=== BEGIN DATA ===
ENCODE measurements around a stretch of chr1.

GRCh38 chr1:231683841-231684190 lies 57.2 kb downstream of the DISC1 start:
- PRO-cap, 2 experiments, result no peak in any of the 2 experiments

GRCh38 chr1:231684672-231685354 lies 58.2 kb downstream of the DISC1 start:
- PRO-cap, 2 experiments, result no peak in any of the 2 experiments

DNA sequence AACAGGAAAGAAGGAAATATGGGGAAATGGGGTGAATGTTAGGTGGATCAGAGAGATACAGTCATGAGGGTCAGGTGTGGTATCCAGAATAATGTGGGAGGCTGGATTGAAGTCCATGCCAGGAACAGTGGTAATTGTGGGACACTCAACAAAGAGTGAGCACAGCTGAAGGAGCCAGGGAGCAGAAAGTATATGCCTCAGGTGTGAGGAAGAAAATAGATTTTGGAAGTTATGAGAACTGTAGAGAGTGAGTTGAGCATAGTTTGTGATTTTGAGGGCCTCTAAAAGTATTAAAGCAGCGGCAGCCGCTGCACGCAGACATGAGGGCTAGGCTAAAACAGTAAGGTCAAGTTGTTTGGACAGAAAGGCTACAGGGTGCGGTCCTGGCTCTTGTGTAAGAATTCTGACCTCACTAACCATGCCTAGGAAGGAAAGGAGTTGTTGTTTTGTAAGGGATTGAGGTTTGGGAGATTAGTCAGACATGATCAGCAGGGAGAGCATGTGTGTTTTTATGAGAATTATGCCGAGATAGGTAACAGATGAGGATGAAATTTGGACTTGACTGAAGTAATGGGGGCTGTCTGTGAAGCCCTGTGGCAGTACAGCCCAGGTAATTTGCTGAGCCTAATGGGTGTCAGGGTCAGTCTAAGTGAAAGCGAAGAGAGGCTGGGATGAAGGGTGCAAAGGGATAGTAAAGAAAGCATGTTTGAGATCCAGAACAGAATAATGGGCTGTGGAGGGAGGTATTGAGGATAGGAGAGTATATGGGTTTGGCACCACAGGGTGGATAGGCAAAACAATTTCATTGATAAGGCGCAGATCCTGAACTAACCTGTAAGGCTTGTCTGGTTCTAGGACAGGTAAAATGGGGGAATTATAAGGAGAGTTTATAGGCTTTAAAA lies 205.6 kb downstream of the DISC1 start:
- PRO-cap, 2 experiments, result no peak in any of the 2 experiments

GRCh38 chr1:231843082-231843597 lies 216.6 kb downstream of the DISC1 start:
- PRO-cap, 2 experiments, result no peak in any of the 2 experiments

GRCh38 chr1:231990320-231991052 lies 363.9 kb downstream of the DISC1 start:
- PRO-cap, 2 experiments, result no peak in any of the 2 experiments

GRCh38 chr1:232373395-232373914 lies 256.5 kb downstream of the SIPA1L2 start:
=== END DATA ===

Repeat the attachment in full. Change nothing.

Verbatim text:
ENCODE measurements around a stretch of chr1.

GRCh38 chr1:231683841-231684190 lies 57.2 kb downstream of the DISC1 start:
- PRO-cap, 2 experiments, result no peak in any of the 2 experiments

GRCh38 chr1:231684672-231685354 lies 58.2 kb downstream of the DISC1 start:
- PRO-cap, 2 experiments, result no peak in any of the 2 experiments

DNA sequence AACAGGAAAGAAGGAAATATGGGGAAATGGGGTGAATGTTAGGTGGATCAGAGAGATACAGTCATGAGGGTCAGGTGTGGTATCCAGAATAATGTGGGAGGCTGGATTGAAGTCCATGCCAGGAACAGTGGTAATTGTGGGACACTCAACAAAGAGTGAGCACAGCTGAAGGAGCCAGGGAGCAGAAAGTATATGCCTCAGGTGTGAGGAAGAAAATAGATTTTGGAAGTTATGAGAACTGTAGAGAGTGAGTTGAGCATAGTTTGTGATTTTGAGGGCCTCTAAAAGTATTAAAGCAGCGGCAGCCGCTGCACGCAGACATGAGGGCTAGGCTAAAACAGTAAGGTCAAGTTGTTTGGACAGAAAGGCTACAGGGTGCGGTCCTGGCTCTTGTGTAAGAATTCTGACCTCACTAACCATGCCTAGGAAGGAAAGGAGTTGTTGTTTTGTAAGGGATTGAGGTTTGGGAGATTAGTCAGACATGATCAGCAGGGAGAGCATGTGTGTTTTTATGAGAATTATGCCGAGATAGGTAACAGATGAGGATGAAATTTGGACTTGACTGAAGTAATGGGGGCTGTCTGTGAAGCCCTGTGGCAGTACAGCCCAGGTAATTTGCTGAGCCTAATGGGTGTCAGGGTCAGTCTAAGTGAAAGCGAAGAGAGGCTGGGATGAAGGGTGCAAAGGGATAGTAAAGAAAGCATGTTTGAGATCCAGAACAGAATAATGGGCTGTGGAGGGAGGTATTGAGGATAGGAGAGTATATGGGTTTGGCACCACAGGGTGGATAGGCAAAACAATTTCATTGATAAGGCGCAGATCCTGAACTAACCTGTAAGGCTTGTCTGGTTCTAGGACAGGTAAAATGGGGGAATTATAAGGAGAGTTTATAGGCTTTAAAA lies 205.6 kb downstream of the DISC1 start:
- PRO-cap, 2 experiments, result no peak in any of the 2 experiments

GRCh38 chr1:231843082-231843597 lies 216.6 kb downstream of the DISC1 start:
- PRO-cap, 2 experiments, result no peak in any of the 2 experiments

GRCh38 chr1:231990320-231991052 lies 363.9 kb downstream of the DISC1 start:
- PRO-cap, 2 experiments, result no peak in any of the 2 experiments

GRCh38 chr1:232373395-232373914 lies 256.5 kb downstream of the SIPA1L2 start: